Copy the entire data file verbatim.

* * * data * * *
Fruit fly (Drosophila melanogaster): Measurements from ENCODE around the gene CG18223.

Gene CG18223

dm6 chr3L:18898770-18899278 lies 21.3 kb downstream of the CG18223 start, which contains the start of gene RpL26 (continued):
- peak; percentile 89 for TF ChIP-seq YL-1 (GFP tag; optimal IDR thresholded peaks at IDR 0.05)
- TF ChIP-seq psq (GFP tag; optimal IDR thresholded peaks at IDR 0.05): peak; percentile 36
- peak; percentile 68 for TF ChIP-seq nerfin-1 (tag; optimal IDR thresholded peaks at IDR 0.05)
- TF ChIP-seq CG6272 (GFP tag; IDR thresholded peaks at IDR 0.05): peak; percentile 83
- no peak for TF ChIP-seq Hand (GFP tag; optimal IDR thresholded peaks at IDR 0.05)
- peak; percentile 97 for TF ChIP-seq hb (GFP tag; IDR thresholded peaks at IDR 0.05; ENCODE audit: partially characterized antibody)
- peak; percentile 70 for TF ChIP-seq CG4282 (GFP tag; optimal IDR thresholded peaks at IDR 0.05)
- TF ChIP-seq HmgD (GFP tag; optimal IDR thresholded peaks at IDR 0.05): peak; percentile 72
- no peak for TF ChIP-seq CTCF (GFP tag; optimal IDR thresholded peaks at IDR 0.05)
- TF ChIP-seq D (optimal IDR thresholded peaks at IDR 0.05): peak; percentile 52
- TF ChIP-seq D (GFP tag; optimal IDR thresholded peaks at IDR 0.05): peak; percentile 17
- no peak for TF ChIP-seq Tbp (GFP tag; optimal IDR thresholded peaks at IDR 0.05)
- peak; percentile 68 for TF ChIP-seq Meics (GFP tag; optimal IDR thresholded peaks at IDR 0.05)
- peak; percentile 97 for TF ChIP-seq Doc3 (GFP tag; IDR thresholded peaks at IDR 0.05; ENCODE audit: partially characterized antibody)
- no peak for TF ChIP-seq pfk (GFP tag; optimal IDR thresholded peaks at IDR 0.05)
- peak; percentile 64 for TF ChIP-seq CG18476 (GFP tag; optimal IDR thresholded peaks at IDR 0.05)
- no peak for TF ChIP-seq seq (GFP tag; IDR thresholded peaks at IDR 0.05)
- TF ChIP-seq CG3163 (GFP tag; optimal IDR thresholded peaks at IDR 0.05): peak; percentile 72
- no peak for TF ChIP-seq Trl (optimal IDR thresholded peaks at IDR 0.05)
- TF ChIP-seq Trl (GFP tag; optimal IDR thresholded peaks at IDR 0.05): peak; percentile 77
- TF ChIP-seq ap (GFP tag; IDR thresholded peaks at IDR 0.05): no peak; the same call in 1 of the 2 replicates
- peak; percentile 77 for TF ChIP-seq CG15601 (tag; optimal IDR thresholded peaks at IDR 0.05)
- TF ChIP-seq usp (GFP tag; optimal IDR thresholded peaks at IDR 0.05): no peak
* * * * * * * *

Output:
Fruit fly (Drosophila melanogaster): Measurements from ENCODE around the gene CG18223.

Gene CG18223

dm6 chr3L:18898770-18899278 lies 21.3 kb downstream of the CG18223 start, which contains the start of gene RpL26 (continued):
- peak; percentile 89 for TF ChIP-seq YL-1 (GFP tag; optimal IDR thresholded peaks at IDR 0.05)
- TF ChIP-seq psq (GFP tag; optimal IDR thresholded peaks at IDR 0.05): peak; percentile 36
- peak; percentile 68 for TF ChIP-seq nerfin-1 (tag; optimal IDR thresholded peaks at IDR 0.05)
- TF ChIP-seq CG6272 (GFP tag; IDR thresholded peaks at IDR 0.05): peak; percentile 83
- no peak for TF ChIP-seq Hand (GFP tag; optimal IDR thresholded peaks at IDR 0.05)
- peak; percentile 97 for TF ChIP-seq hb (GFP tag; IDR thresholded peaks at IDR 0.05; ENCODE audit: partially characterized antibody)
- peak; percentile 70 for TF ChIP-seq CG4282 (GFP tag; optimal IDR thresholded peaks at IDR 0.05)
- TF ChIP-seq HmgD (GFP tag; optimal IDR thresholded peaks at IDR 0.05): peak; percentile 72
- no peak for TF ChIP-seq CTCF (GFP tag; optimal IDR thresholded peaks at IDR 0.05)
- TF ChIP-seq D (optimal IDR thresholded peaks at IDR 0.05): peak; percentile 52
- TF ChIP-seq D (GFP tag; optimal IDR thresholded peaks at IDR 0.05): peak; percentile 17
- no peak for TF ChIP-seq Tbp (GFP tag; optimal IDR thresholded peaks at IDR 0.05)
- peak; percentile 68 for TF ChIP-seq Meics (GFP tag; optimal IDR thresholded peaks at IDR 0.05)
- peak; percentile 97 for TF ChIP-seq Doc3 (GFP tag; IDR thresholded peaks at IDR 0.05; ENCODE audit: partially characterized antibody)
- no peak for TF ChIP-seq pfk (GFP tag; optimal IDR thresholded peaks at IDR 0.05)
- peak; percentile 64 for TF ChIP-seq CG18476 (GFP tag; optimal IDR thresholded peaks at IDR 0.05)
- no peak for TF ChIP-seq seq (GFP tag; IDR thresholded peaks at IDR 0.05)
- TF ChIP-seq CG3163 (GFP tag; optimal IDR thresholded peaks at IDR 0.05): peak; percentile 72
- no peak for TF ChIP-seq Trl (optimal IDR thresholded peaks at IDR 0.05)
- TF ChIP-seq Trl (GFP tag; optimal IDR thresholded peaks at IDR 0.05): peak; percentile 77
- TF ChIP-seq ap (GFP tag; IDR thresholded peaks at IDR 0.05): no peak; the same call in 1 of the 2 replicates
- peak; percentile 77 for TF ChIP-seq CG15601 (tag; optimal IDR thresholded peaks at IDR 0.05)
- TF ChIP-seq usp (GFP tag; optimal IDR thresholded peaks at IDR 0.05): no peak